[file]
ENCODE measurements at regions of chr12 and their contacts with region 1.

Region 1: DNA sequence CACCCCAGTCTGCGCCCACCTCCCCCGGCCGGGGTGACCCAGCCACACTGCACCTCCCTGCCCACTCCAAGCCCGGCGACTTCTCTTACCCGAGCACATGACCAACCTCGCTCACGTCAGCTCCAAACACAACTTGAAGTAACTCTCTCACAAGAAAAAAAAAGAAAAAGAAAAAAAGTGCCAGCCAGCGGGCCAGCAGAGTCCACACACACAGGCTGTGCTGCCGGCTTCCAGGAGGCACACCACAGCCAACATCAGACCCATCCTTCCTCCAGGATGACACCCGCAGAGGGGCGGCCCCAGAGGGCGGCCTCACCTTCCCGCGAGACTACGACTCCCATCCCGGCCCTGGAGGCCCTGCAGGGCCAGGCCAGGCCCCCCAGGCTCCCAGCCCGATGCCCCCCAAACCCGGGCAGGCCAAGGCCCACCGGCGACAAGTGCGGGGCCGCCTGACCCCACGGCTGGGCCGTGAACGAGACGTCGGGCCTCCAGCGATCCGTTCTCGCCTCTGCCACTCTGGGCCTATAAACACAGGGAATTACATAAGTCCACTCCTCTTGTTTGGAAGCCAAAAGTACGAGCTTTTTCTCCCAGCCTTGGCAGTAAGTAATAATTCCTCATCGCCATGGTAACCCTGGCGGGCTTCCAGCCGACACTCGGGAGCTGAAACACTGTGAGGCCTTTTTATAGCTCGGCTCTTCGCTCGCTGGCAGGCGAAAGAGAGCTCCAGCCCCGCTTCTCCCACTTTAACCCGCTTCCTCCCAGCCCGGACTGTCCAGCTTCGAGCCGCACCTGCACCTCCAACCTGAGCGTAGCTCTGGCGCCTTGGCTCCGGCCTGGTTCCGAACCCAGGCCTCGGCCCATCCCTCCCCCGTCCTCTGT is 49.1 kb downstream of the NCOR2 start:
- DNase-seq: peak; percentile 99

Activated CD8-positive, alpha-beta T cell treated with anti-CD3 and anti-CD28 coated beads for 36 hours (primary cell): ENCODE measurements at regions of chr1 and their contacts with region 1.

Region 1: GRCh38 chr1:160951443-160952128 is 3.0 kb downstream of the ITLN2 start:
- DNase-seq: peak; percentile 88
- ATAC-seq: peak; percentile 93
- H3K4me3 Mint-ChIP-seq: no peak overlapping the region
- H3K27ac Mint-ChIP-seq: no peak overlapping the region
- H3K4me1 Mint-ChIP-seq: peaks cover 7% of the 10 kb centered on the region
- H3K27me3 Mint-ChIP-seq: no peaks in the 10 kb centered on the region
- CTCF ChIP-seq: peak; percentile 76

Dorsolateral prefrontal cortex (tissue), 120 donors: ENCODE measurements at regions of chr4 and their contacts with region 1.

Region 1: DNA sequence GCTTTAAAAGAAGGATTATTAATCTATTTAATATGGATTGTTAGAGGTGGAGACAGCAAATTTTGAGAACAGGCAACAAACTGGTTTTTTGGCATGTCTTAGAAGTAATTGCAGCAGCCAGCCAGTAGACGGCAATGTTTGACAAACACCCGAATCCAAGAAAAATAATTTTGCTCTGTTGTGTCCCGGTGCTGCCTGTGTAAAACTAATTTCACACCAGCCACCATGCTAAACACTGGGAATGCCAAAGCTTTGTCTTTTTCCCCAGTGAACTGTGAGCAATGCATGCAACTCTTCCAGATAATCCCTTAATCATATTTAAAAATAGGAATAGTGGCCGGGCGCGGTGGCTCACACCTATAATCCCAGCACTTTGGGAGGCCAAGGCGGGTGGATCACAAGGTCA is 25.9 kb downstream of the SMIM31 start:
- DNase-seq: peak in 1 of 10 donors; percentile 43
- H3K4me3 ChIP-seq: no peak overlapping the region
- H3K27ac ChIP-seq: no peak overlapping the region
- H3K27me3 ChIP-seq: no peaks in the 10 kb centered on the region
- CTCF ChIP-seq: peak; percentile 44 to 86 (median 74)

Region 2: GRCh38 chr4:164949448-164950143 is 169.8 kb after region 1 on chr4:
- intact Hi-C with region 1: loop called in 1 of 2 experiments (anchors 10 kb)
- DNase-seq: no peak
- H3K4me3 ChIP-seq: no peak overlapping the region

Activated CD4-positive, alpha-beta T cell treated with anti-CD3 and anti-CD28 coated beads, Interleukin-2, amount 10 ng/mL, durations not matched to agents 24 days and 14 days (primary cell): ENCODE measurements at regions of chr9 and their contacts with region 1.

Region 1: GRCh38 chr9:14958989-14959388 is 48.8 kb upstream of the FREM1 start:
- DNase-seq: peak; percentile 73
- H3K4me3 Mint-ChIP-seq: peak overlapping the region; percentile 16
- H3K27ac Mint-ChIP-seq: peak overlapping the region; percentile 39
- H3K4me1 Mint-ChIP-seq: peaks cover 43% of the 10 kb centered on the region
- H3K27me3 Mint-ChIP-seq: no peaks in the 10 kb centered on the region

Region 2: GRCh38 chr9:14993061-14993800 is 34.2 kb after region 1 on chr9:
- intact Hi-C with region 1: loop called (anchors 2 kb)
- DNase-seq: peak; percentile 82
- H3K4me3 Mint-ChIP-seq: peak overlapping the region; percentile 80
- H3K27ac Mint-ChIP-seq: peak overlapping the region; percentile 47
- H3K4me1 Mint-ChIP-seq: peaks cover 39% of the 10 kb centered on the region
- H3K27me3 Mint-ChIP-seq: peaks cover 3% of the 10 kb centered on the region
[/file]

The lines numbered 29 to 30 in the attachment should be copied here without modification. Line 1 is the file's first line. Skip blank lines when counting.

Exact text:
- H3K4me1 Mint-ChIP-seq: peaks cover 43% of the 10 kb centered on the region
- H3K27me3 Mint-ChIP-seq: no peaks in the 10 kb centered on the region